“It’s very simple, we are not going anywhere,” said Brotherhood spokesman Gehad El-Haddad, making clear the group intends to defy government orders to abandon a protest vigil of thousands of followers demanding Mursi’s return.

“We are going to increase the protest,” he told Reuters.” Someone has to put sense into this leadership.”

Backers of the military that deposed Mursi on July 3 were equally unbending, despite Saturday’s dawn carnage when security forces shot dead at least 80 Brotherhood supporters after a day of rival mass rallies.

“We asked her (Ashton), would you accept an armed sit-in under your roof?” said Mahmoud Badr, a leader of the Tamarud youth movement that mobilized huge protests against Mursi before the army moved against him.

“What if al-Qaeda had a sit-in in a European country? Would you leave it be?” he asked reporters after meeting Ashton, echoing the army’s branding of its opponents as terrorists.

Raising the prospect of more bloodshed erupting during Ashton’s visit, the Brotherhood said it would march again on Monday evening from its month-old vigil at a mosque in northern Cairo towards offices of the Interior Ministry.

The violence has raised global anxiety that the army may move to crush the Brotherhood, a movement which emerged from decades in the shadows to win power in elections after Egypt’s2011 Arab Spring uprising against Hosni Mubarak.

Ashton met General Abdel Fattah al-Sisi, the head of the army and the man behind the overthrow of Egypt’s first freely-elected president. She also held talks with members of the interim government installed by the army, and representatives of the Freedom and Justice Party, the Brotherhood’s political wing.

Thousands of Brotherhood supporters have been camped out for a month at Cairo’s Rabaa al-Adawiya mosque, demanding Mursi’s reinstatement and defying threats by the army-backed authorities to remove them.

Ashton was expected to speak to reporters on Tuesday. Before arriving, she said she would press for a “fully inclusive transition process, taking in all political groups, including the Muslim Brotherhood.”

Limited leverage

Her leverage is limited. The United States is Egypt’s chief Western backer and source of $1.3 billion in military aid, though the EU is the biggest civilian aid donor to the country, a strategic bridge between the Middle East and North Africa.

The EU has attempted to mediate in the political crisis over the past six months as Egyptians have grown increasingly suspicious of U.S. involvement.

Mursi has been in detention since he was ousted and the military-backed interim government has placed him under investigation on charges that include murder.

The handling of his case by the military suggests it believes it has the support of a big majority of Egyptians.

Army chief Sisi has emerged as the public face of the new order, enjoying fawning coverage in Egyptian media and sowing doubts about the military’s promise to hand over to full civilian rule with a “road map” to parliamentary elections in about six months.

A banner stretched across a road in downtown Cairo declared: “The army, the police, and the people - one hand.”

Security forces shot dead dozens of Mursi supporters at dawn on Saturday when they marched from their vigil. The Health Ministry put the death toll on Monday at 80, up from 72.
The Interior Ministry said one police officer had succumbed to his wounds on Monday. Nearly 300 people have died in violence since Sisi deposed Mursi.

Interim Interior Minister Mohamed Ibrahim has denied police culpability, saying his officers intervened with tear gas in clashes between the Brotherhood and angry local residents.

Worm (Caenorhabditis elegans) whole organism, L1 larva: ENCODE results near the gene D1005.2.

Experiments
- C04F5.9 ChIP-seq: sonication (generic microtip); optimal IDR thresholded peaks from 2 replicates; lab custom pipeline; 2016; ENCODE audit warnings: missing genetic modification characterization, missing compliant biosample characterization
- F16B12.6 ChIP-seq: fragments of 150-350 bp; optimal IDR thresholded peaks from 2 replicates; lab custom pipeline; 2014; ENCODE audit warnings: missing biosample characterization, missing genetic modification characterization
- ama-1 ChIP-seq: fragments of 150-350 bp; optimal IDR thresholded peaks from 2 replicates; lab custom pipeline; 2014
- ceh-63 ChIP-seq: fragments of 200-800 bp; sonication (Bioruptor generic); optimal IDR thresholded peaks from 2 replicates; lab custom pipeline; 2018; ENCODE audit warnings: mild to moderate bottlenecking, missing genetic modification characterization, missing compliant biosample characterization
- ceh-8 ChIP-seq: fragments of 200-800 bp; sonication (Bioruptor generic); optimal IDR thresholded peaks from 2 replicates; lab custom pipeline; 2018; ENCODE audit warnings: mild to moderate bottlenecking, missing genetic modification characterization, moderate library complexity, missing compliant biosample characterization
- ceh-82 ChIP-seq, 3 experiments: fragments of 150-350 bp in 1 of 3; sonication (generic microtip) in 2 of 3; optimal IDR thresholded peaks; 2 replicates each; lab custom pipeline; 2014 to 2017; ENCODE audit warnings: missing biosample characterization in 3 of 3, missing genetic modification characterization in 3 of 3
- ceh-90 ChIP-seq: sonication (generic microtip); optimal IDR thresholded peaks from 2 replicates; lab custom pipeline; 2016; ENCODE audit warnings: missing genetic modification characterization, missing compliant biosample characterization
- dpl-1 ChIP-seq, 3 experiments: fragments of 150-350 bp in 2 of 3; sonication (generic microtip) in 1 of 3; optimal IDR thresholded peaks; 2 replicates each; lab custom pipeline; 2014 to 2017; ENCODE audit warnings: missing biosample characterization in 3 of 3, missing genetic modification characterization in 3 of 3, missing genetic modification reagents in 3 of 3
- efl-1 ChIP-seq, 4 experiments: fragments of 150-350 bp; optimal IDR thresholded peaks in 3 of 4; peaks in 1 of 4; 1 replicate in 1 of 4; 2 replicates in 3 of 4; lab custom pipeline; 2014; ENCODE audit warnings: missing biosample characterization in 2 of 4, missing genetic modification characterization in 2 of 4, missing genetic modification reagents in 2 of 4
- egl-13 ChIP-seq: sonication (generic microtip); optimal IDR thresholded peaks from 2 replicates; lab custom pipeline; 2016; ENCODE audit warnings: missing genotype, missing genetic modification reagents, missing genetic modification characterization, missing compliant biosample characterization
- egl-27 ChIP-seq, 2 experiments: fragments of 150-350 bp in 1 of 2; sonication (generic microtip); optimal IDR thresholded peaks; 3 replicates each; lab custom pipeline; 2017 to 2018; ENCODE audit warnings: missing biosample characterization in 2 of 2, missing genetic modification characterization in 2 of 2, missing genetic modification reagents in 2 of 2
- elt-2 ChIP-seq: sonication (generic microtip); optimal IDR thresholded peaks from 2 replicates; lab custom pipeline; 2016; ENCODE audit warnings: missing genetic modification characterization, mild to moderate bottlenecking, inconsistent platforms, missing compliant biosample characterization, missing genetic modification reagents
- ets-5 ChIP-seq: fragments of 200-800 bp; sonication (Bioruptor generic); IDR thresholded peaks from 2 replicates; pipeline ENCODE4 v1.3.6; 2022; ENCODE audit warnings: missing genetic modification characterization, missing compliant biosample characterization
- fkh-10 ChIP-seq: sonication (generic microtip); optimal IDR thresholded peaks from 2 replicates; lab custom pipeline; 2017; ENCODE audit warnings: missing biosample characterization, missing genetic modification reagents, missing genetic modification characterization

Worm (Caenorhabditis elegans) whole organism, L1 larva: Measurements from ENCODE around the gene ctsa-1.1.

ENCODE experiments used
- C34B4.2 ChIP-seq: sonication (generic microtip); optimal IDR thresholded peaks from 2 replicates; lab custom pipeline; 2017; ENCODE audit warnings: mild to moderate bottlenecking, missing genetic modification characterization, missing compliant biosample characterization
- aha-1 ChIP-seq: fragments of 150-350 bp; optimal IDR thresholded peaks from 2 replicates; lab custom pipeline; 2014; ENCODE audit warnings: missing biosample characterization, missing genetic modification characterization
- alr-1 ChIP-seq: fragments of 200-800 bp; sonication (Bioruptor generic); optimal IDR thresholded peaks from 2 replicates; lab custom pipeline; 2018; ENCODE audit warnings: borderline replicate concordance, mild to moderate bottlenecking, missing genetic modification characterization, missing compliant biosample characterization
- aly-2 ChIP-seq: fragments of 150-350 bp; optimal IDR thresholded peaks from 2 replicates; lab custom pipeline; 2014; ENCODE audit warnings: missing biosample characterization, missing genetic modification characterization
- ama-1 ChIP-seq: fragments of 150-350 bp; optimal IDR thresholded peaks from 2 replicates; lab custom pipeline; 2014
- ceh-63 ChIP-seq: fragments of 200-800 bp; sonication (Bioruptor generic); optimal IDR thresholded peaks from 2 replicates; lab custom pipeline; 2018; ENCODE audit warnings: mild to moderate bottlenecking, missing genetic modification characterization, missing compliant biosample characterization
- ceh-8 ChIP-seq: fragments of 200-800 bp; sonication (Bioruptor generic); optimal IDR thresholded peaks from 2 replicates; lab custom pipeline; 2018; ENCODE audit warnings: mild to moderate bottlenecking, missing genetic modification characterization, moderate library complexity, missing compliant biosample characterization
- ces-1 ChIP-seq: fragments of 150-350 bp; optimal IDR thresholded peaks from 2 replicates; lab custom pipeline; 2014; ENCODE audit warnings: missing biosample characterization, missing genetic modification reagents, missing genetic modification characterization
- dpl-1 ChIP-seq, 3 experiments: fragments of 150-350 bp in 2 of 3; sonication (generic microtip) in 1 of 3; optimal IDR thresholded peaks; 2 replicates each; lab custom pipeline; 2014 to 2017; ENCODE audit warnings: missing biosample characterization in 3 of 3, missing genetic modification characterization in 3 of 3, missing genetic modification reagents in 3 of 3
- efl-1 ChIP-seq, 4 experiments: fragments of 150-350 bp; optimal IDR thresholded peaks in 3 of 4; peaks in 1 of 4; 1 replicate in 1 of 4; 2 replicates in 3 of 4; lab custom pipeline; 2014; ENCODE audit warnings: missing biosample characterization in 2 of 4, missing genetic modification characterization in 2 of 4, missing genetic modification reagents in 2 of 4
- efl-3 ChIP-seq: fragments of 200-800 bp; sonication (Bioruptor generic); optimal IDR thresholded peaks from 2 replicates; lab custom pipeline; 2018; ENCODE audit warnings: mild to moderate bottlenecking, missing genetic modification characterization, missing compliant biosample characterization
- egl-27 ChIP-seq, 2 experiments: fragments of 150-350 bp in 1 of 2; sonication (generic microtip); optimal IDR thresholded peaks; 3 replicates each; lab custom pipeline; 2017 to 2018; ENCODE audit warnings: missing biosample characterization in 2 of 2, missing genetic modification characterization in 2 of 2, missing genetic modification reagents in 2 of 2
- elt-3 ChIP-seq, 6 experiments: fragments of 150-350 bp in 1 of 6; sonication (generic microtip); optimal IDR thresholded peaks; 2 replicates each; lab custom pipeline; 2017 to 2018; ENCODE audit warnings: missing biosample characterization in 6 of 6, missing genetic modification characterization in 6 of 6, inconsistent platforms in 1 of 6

A group of Egyptian human rights groups called on Monday for his dismissal. The latest “massacre”, they said, “joins a long list of killings documented by rights groups” since Mubarak’s fall.

Saturday’s bloodshed was the worst since July 8, when security forces killed more than 50 Brotherhood supporters outside a Cairo barracks. The army said its forces had fired back after being attacked; the Brotherhood said its partisans were praying.

The interim cabinet has vowed to clear the Brotherhood’s mosque vigil after complaints from residents about the huge encampment on their doorstep. The Islamists vowed to keep marching.

“The danger we face because of the political situation and the coup is greater than the violence we face in marches,” said Brotherhood member Islam Tawfiq, 26.


Carnage in Cairo #Egypt graphic

Photos of the most recent -- and the most violent -- clashes yet between Egyptian security forces and supporters of ousted President Mohamed Morsy. Warning: some images are graphic.


Egyptian opponents of ousted president Mohamed Morsy gather in Tahrir Square in Cairo, on July 26. 

Supporters of deposed Egyptian President Mohammed Morsy protest outside a field hospital where the bodies of protesters -- who were alledgedly killing in fighting between pro-Morsy demonstrators and Egyptian security forces overnight -- were being brought in the district of Nasr on July 27, in Cairo. 


Supporters of ousted President Mohamed Morsy walk past a trail of blood near the tomb of former President Anwar al-Sadat in Cairo on July 27. 

The body of a Morsy supporter is carried on a stretcher at a field hospital, after reportedly being killed in fighting between pro-Morsy demonstrators and Egyptian security forces overnight, near the Rabaa al Adweya Mosque in the district of Nasr on July 27, in Cairo. 

A group of Egyptian Army soldiers cross the road during clashes between police forces and Morsy supporters in Cairo on Saturday. 

Bodies of Muslim Brotherhood supporters, shot dead in the Egyptian capital after violence erupted the night before, lay inside a field hospital in Cairo on July 27. 

Egyptian supporters of the deposed Egyptian president Mohamed Morsy (back) clash with riot police in Cairo early on July 27. 

On July 26, Islamist protesters gathered in the hundreds of thousands to demand, once again, the reinstatement of ousted Egyptian President Mohamed Morsy. Early Saturday morning, security forces and Morsy supporters clashed in what's being called Egypt's most violent episode of bloodshed since Morsy was ousted from office on July 3. Egyptian authorities fired on crowds gathered in Cairo and the counts of those killed in the attack are as high as 65, according to Egypt's Health Ministry.